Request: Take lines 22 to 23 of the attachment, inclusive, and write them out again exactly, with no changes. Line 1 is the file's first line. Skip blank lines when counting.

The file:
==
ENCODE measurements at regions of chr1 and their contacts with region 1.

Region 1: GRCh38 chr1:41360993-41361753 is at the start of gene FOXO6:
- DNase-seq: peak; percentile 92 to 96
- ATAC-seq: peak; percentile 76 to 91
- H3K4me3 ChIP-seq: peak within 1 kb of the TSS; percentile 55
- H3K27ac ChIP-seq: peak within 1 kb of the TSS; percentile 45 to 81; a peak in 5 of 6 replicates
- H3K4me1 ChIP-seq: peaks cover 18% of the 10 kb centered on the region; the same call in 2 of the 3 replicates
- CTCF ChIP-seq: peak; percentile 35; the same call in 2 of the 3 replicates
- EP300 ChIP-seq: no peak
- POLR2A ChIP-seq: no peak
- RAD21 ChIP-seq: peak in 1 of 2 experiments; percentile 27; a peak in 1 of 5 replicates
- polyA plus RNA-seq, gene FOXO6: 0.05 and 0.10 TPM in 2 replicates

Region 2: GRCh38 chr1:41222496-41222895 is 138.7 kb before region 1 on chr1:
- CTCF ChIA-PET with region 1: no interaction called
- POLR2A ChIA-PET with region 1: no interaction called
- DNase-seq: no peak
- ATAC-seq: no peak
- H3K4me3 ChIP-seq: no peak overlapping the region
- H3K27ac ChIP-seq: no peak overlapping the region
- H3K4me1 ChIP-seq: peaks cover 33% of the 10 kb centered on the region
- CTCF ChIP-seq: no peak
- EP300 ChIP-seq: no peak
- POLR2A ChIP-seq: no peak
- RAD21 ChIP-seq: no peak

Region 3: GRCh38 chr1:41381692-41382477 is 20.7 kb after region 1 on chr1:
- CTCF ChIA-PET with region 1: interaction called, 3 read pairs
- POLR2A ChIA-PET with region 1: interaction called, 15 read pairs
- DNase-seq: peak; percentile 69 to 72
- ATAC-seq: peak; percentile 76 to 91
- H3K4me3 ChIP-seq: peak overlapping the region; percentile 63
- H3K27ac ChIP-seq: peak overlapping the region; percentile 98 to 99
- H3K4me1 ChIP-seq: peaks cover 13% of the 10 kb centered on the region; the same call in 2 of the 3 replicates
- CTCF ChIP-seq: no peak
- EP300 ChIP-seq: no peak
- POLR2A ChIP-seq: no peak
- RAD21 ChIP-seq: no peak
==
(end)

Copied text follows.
- EP300 ChIP-seq: no peak
- POLR2A ChIP-seq: no peak